Every trust, in order to operate requires a trustee, trust property, and trust objects. In the case of a Scout Camp that trustee is, by our By-laws and policies, the Provincial Council as trustee, an authorized trust company or a provincial incorporated body controlled by Scouting. The "trust property" is the real and personal (immovable and movable property) that constitutes the camp "property." The trust object is the charitable purpose, namely the object of scouting being the non-formal education of young people. It is obvious that this purpose can be promoted in numerous different ways. Scouts Canada, as a corporation carrying on a charitable object could have, and indeed provided in the By-laws for the possibility, that all real property would be registered in the name of Scouts Canada. This, however, was not done. Because Scouting is a Movement the management early on recognized the importance of and indeed the necessity for local management and control of property. It must have been obvious to everyone that the local groups and divisions would not expend their energy and resources to create a local infrastructure for scouting just to hand it over to the whim and vagaries of the National corporate body. For the most part, the trust deeds specify the local organization as the repository of the charitable object for which the trust property is to be applied. Until 2003, when the idea of total centralization was instituted under By-law No.2, and the Provincial Incorporated Body in Ontario began to adopt the role of micro manager, there was never any question that the beneficial charitable use of trust property was being held for the groups and divisions specified in the trust instruments. The idea that all property is held for the general benefit of the National Corporation, Scouts Canada, or its Provincial Incorporated Bodies, as its or their absolute property, is a concoction of recent origin created with the intent to remove any local authority or autonomy. This corporatization of the Movement is contrary to the spirit of scouting and has led the management to disavow their fiduciary obligation to the local beneficial interest. This is why there are legal challenges currently before the Courts or in contemplation.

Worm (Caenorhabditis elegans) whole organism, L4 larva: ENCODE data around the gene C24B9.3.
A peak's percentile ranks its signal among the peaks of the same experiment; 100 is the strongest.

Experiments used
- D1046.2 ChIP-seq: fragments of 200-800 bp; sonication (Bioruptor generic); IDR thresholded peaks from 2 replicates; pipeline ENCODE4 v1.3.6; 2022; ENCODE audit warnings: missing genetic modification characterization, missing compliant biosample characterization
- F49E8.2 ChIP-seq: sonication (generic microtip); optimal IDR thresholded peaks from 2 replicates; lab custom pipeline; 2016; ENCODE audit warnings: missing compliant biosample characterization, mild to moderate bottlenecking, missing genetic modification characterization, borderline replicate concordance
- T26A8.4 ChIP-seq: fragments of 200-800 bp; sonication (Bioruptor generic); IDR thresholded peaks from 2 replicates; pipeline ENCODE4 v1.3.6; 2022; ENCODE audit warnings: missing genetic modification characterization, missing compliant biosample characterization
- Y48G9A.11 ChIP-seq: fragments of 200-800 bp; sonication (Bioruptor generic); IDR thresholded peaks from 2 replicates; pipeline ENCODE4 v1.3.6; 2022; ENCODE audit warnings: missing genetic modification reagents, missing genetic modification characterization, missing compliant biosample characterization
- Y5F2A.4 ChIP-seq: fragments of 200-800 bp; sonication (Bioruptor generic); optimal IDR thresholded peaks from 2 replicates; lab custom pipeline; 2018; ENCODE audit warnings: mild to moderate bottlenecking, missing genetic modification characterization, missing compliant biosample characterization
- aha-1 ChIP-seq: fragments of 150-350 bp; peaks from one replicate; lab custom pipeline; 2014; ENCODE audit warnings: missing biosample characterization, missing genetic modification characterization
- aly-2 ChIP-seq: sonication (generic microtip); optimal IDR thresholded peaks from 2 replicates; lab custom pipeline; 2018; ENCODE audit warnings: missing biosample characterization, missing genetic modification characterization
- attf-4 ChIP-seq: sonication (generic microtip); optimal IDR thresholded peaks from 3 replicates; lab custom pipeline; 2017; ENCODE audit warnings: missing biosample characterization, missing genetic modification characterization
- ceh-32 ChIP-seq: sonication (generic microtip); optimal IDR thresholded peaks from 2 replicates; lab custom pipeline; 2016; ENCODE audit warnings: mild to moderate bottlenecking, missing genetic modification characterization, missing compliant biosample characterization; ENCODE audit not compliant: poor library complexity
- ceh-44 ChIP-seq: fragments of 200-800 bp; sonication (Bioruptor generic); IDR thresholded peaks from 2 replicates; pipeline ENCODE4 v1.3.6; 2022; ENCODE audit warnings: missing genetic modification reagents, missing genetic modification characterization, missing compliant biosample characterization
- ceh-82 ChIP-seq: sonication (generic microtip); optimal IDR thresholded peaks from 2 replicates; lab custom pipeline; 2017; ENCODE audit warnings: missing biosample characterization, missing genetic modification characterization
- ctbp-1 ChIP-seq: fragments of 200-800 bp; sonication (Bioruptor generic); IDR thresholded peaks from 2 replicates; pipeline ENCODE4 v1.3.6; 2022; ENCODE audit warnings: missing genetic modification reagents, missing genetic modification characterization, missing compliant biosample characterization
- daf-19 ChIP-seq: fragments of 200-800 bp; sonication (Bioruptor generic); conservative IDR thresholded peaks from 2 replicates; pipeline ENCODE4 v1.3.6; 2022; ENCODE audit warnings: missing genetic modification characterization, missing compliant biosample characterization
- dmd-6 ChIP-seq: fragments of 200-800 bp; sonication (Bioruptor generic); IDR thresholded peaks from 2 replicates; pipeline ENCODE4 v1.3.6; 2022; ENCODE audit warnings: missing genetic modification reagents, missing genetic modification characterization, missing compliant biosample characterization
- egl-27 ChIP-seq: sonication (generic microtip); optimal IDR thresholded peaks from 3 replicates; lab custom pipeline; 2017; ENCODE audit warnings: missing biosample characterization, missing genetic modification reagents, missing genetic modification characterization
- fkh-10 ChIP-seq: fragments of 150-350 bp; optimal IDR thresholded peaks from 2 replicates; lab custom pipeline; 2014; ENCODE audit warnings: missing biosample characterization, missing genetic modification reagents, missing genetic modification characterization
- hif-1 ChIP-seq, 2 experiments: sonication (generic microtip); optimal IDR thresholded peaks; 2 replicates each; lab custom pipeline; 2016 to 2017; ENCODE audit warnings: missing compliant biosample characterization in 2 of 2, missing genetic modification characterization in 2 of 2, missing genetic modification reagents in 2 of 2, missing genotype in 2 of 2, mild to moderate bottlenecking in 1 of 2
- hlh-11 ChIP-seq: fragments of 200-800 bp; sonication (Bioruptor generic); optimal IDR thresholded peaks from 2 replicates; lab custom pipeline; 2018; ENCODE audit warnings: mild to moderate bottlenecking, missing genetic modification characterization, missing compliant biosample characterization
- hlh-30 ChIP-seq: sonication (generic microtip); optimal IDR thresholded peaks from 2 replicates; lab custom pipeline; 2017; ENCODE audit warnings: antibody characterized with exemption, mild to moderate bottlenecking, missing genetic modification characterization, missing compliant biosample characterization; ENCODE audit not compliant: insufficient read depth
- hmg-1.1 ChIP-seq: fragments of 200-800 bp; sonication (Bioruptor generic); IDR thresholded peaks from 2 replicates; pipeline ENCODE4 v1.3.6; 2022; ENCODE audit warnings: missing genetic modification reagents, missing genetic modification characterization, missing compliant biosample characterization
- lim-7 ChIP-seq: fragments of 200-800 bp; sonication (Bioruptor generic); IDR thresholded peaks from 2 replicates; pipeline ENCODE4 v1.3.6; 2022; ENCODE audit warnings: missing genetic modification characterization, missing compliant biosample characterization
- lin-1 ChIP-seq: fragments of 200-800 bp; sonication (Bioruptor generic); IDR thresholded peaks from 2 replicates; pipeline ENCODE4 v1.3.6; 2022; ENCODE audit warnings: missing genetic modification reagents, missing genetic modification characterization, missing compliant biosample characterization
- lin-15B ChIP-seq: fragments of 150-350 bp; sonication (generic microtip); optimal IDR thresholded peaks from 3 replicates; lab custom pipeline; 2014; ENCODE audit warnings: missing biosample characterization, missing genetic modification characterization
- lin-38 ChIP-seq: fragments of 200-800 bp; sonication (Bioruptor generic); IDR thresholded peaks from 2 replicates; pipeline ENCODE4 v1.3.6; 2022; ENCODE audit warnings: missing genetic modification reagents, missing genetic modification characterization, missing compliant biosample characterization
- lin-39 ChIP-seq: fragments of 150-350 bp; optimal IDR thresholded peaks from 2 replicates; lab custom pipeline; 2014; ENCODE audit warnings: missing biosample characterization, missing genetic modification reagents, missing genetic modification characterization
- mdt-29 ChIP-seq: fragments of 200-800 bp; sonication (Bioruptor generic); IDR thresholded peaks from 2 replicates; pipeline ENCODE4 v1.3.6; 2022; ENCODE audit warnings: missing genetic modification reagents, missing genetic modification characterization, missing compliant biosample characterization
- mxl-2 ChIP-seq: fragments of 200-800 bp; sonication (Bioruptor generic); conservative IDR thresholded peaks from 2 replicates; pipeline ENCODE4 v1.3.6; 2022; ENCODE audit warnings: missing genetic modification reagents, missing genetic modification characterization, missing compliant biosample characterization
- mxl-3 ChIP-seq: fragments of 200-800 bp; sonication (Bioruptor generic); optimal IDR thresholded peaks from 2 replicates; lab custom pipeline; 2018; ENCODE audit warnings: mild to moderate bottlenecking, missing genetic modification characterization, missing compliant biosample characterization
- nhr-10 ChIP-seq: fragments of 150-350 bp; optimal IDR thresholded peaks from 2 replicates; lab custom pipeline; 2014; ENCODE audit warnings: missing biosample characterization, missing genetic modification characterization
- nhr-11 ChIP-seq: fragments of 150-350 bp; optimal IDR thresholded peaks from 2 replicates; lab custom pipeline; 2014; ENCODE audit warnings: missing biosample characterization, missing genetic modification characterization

This corporatization of the Movement is contrary to the spirit of scouting and has led the management to disavow their fiduciary obligation to the local beneficial interest.
The management of the Ontario Incorporated Body is pretending that it has no such fiduciary obligations. Brian Moore, in his Affidavit filed in the Elgin Area proceedings states, "An individual member's interest in Scouts Canada extends only to the right to attend Scout meetings and to apply to participate in scout activities. The benefit is a participatory one, rather than a legal beneficial interest in property held by Scouts Canada at any level of its organization." Such statements are an affront to all members of Scouting. The World Organization of the Scout Movement declares that the members are part owners and stakeholders in the organization. Our Scouts Canada organization specifically created By-laws that took this into account and implemented policies and procedures that gave effect to control by the local organization of the resources that had been acquired, developed and maintained by them to promote the purpose and mission of Scouting. By asserting that the members are mere appendages to the corporate structure, Brian Moore, on behalf of the Provincial Incorporated Body, and indeed on behalf to Scouts Canada for whom he purports to make these assertions, is denying that Scouting is a movement and denying that the members have any real interest in the movement. In permitting him to do so, Scouts Canada and the Provincial Incorporated Body have disavowed their fiduciary obligation and disavowed the mutual trust that should be the hallmark of the movement. In doing so they are wilfully disregarding the fundamental principles of the Scout Movement.
In the face of this egregious conduct the local scouting organizations are fully justified in taking their grievances to the Courts. Those Courts have a special inherent jurisdiction to oversee, supervise and protect the interests of charities, especially concerning the administration or maladministration of charitable trusts. It is truly regrettable that the local scouting organizations have been driven to knock on the door of the courts and that having done so, that our organization has stooped to threats and intimidation (see "Council Commissioner threatens all members in Elgin Area") , rather than seeking equity and justice.